Sarcoidosis as an Adverse Effect of Tumor Necrosis Factor Inhibitors
May 2012 | Volume 11 | Issue 5 | Original Article | 609 | Copyright © May 2012
Tumor necrosis factor inhibitors are valuable tools for dermatologists. As their use increases, rare adverse events are more likely to be encountered.
We describe one patient who developed sarcoidosis while being treated for psoriasis with etanercept. We sought to review to previously reported cases and further characterize the nature of this reaction.
A literature search was performed with the key words "sarcoidosis, sarcoid, etanercept, infliximab, adalimumab, granulomatous, and drug reaction." All relevant cases in the English language were included and evaluated for demographic data, duration of therapy prior to developing sarcoid, duration of sarcoid signs/symptoms, treatments used and time to resolution after discontinuation of the drug.
Including the present case, there are 34 cases of sarcoidosis developing during anti-tumor necrosis factor therapy. All previously reported cases were patients with a primarily rheumatologic diagnosis. In all but one case, discontinuation of the drug resulted in complete resolution of symptoms. The lung and surrounding lymph nodes were the areas most commonly affected. The average amount of time between initiation of therapy and onset of symptoms was 22 months. The average time to resolution of symptoms after discontinuation of the drug was 5.2 months.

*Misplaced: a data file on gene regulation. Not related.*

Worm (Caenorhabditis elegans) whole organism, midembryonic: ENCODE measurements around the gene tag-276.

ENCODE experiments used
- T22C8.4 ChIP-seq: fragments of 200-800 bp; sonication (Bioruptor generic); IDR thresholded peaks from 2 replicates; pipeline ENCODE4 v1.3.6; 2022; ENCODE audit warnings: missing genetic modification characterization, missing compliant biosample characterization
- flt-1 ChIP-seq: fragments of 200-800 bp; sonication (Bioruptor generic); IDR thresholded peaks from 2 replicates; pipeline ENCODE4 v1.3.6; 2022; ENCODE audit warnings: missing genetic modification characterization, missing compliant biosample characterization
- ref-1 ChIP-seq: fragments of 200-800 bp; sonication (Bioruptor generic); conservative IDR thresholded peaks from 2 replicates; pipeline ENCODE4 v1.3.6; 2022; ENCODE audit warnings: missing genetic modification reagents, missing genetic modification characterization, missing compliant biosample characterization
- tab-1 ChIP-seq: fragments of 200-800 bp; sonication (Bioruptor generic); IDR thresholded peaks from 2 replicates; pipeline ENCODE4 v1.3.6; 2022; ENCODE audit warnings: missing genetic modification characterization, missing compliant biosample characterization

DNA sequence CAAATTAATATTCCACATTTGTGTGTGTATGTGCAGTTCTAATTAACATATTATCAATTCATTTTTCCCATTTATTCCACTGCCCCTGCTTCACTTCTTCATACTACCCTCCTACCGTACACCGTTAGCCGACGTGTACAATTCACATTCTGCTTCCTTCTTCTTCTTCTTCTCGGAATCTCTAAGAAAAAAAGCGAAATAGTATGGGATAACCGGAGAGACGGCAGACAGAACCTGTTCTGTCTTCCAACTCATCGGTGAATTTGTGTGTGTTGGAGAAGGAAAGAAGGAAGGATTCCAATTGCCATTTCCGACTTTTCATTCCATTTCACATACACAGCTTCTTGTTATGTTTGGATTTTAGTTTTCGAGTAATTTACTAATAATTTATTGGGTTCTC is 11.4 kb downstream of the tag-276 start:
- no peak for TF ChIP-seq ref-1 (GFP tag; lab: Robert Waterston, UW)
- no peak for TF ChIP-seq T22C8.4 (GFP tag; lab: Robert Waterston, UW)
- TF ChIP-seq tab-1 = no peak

This is a retrospective case review.
These data indicated that sarcoid is a possible adverse effect of tumor necrosis factor inhibitor therapy that should be noted by dermatologists using these drugs. While it has been reported in the rheumatology literature, it may be under-recognized by dermatologists.
J Drugs Dermatol. 2012;11(5):609-612.
Tumor necrosis factor (TNF) inhibitors are a relatively new treatment used for a wide variety of inflammatory skin diseases. As their use increases, the prevalence of rare adverse events also rises. We present a patient who developed sarcoidosis in association with etanercept therapy, which resolved after etanercept was discontinued. We also review other similar cases reported in the literature.
A 58-year-old white female presented to dermatology July 11, 2008 with a ten-year history of a rash on her elbows, fingertips, and the soles of her feet. An outside physician had treated her with multiple topical steroids without improvement. She also complained of joint pain in her bilateral thumbs and left hip.
On exam she was noted to have erythematous scaly plaques on the extremities and scalp involving approximately 10% of her body surface area.
The patient was diagnosed with psoriasis and presumed psoriatic
arthritis and was started on oral methotrexate at a dose of 10 milligrams (mg) per week in addition to topical steroids. A rheumatologist confirmed the diagnosis of psoriatic arthritis and her dose of methotrexate was increased to 15mg once weekly.
In February 2009, the patient's liver function tests were mildly elevated (ALT 87 units per liter, normal 10-44 and AST 73 units per liter, normal 15-40) on routine laboratory monitoring for her methotrexate therapy. An ultrasound was consistent with steatohepatitis.
The patient started a diet and exercise regimen and her liver enzymes one month later were again within normal limits.
In April 2009, the patient had achieved limited success with the methotrexate with incomplete clearance of both her skin and joint symptoms. In addition to the 15mg of methotrexate, etanercept was started at 50mg subcutaneously once weekly. A chest x-ray and PPD test were normal at the start of therapy.